Furthermore, when Israelis go to vote, they are not able to express their true range of preferences because they only check off the name of one party. Most voters though have strong opinions about the full slate of parties competing, and would jump at the chance to communicate those opinions and have them translate into results. For example, when an Israeli looks at his ballot during the next Knesset elections, he may want Labor to win but want just as much for Likud to lose, or he may want Atid to win if Labor does not, but there is no way of communicating that preference as he only gets to put his first choice on the ballot. This is another way in which party list PR restricts democratic choice, and it also has the unintended consequence of making politicians write off voters who might favor someone else. A voter who is decided in favor of Labor but likes Atid as a second choice is of no value to Yair Lapid, and Lapid has no incentive to appeal to that voter or take his views into account. This in turn encourages a less open-minded approach on the part of parties and politicians, as the incentives are structured to appeal only to those who list you as their first choice and to ignore everyone else, furthering a narrow set of partisan interests and hardening viewpoints.

So what is the solution to this whole mess of a broken Israeli political system? There are undoubtedly others, but mine is a system of voting that encourages parties to appeal to the widest group of people possible, while simultaneously taking into account the full range of voters’ preferences in an effort to make elections even more democratic. Such a system is used in Australia and Ireland, and it is called single-transferable voting. It works by having voters rank the parties on the ballot in order of first preference to last preference, rather than only checking off one, and a party has to meet a quota in order to get a seat (for anyone interested in the math, the quota is generally the number of votes divided by one more than the number of parliamentary seats, plus one). When votes are tallied, these preferences are taken into account so that being listed as a voter’s second or third choice boosts a party’s chances of winning the election, in a manner similar to how Major League Baseball and the NFL vote for their season MVPs.

The advantages to voting this way are manifold. Because voters get to indicate their full range of preferences, outcomes are more representative of voter opinion. More importantly for our purposes, however, parties have to appeal to as many voters as possible, since being listed at the bottom of voters’ ballots makes it extremely difficult to win a seat. This desire to be people’s second and third choice, and not only their first choice, means that parties running in the elections cannot afford to ignore voters who have decided on someone else, as each marginal vote is important for winning. This has the effect of eliminating extreme single issue parties that are only looking for benefits for their constituents, but it also does not mean that single issue voters are ignored entirely since parties are looking to pick up votes wherever they can. In addition, in order to appeal to a wide range of voters, parties must also consider a wide range of viewpoints, making moderation, compromise, and bipartisanship a hallmark of STV voting systems.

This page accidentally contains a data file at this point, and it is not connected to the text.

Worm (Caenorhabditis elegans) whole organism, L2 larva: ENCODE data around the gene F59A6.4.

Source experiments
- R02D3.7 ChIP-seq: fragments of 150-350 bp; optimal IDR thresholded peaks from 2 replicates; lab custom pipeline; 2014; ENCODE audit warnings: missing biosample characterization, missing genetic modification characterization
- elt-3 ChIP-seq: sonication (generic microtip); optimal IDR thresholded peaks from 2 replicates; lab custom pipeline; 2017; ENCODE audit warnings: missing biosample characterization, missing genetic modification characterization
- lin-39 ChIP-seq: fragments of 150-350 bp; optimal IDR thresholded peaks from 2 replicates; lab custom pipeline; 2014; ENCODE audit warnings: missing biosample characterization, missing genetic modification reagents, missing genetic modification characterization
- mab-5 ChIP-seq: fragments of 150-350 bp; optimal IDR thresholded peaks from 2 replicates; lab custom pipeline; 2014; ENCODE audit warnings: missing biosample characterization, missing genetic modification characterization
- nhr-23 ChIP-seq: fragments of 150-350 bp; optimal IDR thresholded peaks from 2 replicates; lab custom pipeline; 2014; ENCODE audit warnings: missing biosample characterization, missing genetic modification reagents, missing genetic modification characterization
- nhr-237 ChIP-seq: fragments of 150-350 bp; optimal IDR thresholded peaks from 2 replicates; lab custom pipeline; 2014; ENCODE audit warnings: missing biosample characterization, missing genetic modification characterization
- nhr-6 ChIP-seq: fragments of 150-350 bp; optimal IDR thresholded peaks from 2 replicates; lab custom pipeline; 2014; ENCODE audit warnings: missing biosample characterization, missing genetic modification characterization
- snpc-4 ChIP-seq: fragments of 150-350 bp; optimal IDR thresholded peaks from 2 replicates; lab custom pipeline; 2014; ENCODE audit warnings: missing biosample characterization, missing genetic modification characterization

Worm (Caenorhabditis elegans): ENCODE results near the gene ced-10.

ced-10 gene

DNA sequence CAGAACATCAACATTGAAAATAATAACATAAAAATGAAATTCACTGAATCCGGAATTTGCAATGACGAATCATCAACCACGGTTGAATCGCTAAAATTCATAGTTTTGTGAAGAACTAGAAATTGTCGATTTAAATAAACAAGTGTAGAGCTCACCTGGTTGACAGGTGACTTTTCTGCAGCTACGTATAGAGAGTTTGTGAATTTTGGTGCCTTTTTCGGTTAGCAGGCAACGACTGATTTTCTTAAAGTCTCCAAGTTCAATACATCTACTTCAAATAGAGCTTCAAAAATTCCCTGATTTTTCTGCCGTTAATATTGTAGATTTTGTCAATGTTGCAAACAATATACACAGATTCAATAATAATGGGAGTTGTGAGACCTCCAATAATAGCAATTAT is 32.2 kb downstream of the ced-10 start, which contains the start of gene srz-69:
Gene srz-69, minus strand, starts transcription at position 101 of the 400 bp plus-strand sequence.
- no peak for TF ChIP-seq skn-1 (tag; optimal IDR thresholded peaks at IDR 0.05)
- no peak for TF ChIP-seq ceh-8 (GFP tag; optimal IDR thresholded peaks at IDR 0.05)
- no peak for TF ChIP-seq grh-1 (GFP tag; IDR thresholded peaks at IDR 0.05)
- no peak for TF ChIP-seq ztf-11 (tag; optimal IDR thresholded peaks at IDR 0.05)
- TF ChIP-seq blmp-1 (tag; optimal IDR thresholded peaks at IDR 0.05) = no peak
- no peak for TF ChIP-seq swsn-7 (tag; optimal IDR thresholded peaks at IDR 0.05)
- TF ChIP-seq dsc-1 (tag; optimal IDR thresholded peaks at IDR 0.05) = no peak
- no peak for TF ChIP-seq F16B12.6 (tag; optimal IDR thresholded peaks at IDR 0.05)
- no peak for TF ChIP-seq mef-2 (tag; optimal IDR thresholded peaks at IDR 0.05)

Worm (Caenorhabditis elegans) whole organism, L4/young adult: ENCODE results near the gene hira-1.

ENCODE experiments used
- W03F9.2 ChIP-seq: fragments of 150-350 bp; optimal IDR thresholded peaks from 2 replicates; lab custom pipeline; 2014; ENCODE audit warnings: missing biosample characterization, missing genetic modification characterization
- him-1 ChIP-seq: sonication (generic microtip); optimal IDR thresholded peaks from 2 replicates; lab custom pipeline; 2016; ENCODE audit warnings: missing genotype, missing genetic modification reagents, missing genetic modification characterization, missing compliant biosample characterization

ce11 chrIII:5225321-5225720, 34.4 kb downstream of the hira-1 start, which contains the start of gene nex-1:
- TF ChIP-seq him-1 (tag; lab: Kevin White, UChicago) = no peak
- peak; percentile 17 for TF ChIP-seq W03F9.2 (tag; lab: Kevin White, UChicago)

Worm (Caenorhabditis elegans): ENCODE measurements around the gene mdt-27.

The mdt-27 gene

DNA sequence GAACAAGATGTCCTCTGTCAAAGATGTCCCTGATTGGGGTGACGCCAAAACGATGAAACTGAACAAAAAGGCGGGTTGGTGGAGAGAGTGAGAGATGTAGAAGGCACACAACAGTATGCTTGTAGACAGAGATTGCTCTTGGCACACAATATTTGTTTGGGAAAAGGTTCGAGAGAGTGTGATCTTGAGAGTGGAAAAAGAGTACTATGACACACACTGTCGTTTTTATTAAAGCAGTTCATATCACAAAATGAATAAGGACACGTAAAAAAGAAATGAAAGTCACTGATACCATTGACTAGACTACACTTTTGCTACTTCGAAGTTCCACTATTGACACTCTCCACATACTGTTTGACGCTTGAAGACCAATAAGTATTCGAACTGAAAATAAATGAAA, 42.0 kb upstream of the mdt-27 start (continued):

Translated to the Knesset, this would mean larger parties representing a wider swath of voters, making unstable coalitions with multiple conflicting interests a thing of the past. It would also make for less extremist positions, as someone like Avigdor Lieberman or Danny Danon would turn off so many people that it would hurt his party’s prospects of winning by garnering so many last place votes. In short, Israel would have more stable governments that were less in thrall to smaller extremist sectoral parties, and far more would be accomplished. I am under no illusions that this system will ever be instituted in Israel since it would threaten far too many entrenched interests, and the Knesset is too dysfunctional to even enact such a change if it wanted to, so it will remain a pipe dream. But for anyone who is at their wit’s end over the state of Israeli politics, it is worth realizing on this Yom Haatzmaut that it does not have to be this way, and that Israel’s political system is a victim of its own structure.